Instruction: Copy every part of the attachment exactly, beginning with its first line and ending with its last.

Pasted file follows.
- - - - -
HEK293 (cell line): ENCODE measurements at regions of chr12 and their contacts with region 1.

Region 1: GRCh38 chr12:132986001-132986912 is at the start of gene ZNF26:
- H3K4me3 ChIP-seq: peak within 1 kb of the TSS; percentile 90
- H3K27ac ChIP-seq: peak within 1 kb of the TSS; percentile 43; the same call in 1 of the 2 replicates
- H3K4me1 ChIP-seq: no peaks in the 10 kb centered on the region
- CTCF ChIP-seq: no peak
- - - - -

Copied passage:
HEK293 (cell line): ENCODE measurements at regions of chr12 and their contacts with region 1.

Region 1: GRCh38 chr12:132986001-132986912 is at the start of gene ZNF26:
- H3K4me3 ChIP-seq: peak within 1 kb of the TSS; percentile 90
- H3K27ac ChIP-seq: peak within 1 kb of the TSS; percentile 43; the same call in 1 of the 2 replicates
- H3K4me1 ChIP-seq: no peaks in the 10 kb centered on the region
- CTCF ChIP-seq: no peak